Description: Natural Order, Amyridaceae. Stem shrubby, with rough branches terminating in spines, covered with alight ash-gray bark. Leaves ternate, short petiolate, smooth; leaflets obovate, obtuse. Flowers unknown. Fruit a little larger than a pea, short-stalked, ovate, brown, and smooth. This small tree is a native of Arabia Felix, where it grows abundantly in acacia and euphorbia forests. It is also found in Abyssinia.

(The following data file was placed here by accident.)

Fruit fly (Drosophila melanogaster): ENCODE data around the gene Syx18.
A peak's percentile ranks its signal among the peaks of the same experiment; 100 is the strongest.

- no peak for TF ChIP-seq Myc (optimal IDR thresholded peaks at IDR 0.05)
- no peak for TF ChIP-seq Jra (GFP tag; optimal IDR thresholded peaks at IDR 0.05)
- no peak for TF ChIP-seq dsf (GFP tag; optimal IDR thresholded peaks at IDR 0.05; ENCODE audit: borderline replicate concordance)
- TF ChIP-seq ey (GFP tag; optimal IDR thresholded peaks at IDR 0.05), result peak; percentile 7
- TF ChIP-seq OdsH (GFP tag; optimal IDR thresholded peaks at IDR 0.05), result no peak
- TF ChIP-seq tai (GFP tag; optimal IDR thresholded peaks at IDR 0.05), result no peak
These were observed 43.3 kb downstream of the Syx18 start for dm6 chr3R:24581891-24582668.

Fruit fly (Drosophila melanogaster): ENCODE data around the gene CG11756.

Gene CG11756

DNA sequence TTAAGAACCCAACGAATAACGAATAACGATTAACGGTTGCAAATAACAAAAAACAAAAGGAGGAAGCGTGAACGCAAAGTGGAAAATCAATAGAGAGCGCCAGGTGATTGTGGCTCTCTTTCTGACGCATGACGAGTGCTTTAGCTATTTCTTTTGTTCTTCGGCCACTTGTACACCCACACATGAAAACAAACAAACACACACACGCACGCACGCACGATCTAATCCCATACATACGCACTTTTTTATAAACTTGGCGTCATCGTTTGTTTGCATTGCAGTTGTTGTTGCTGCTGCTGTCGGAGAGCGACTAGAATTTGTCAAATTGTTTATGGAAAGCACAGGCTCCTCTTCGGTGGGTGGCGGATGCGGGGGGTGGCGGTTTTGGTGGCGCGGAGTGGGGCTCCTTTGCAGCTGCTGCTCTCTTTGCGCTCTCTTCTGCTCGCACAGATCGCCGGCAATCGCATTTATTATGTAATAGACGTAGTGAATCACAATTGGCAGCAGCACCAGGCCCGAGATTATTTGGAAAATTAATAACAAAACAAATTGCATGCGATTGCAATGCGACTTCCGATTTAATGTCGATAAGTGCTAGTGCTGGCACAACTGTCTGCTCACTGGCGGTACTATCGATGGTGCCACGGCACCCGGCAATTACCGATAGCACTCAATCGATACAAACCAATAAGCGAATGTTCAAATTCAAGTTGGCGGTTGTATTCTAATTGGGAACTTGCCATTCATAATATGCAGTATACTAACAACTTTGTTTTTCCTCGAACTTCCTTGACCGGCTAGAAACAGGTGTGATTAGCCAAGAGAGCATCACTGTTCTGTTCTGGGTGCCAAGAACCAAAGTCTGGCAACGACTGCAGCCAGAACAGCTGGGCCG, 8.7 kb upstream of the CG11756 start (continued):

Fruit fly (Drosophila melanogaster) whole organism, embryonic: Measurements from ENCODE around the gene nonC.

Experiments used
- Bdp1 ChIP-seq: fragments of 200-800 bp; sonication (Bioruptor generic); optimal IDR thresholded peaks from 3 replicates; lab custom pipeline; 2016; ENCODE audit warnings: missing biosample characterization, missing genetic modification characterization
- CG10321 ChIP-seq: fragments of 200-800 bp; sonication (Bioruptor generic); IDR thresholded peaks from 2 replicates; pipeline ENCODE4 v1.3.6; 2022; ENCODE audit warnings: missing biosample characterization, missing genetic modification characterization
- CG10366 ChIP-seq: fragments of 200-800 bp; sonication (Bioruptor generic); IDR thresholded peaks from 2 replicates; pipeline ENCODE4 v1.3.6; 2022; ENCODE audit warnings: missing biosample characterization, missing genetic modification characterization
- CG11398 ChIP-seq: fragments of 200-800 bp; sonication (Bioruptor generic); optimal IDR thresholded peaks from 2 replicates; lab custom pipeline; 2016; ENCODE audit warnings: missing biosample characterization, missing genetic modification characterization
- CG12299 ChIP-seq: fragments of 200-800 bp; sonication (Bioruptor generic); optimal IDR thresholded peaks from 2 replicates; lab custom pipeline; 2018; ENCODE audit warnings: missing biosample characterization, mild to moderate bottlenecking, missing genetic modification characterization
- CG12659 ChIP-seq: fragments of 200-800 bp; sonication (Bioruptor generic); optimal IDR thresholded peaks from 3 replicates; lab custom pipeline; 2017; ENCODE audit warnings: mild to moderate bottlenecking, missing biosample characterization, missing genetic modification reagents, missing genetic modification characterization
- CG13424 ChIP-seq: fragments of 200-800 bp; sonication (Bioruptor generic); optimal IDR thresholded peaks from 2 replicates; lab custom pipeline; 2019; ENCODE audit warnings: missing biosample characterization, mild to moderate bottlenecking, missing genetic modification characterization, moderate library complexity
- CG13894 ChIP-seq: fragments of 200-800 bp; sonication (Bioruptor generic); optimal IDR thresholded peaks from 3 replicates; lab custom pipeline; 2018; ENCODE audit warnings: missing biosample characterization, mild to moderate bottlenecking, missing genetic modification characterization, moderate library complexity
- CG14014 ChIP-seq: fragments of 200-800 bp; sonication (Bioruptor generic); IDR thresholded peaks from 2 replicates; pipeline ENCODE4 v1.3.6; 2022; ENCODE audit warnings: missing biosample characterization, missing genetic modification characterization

The medicinal portion of this plant is a gummy resin, which exudes spontaneously from the bark; at first pale-yellow, soft, clear, and oily; but afterward turning dull reddish-yellow, and becoming more opaque and hard. It was an object of trade nearly four thousand years ago, and was employed in medicine by Hippocrates. As it appears in commerce, it is in irregular tears or masses; varying in size from a small pea to a large walnut; of color ranging from a reddish-yellow to a reddish-brown; having an irregular and somewhat oily fracture, and with a pleasant aromatic and balsamic smell. The taste is warming and somewhat bitter, but not unpleasant. Heat slowly softens it; and it will burn at a high temperature. The best qualities are imported from Turkey; are generally in large masses, covered with more or less fine yellow powder, soft and fatty within, and mostly pale in color. A second quality is darker in color, harder, and always in quite small tears. A quality shipped from the East Indies is nearly brown-red, in pieces about the average size of a walnut, and frequently intermixed with foreign substances.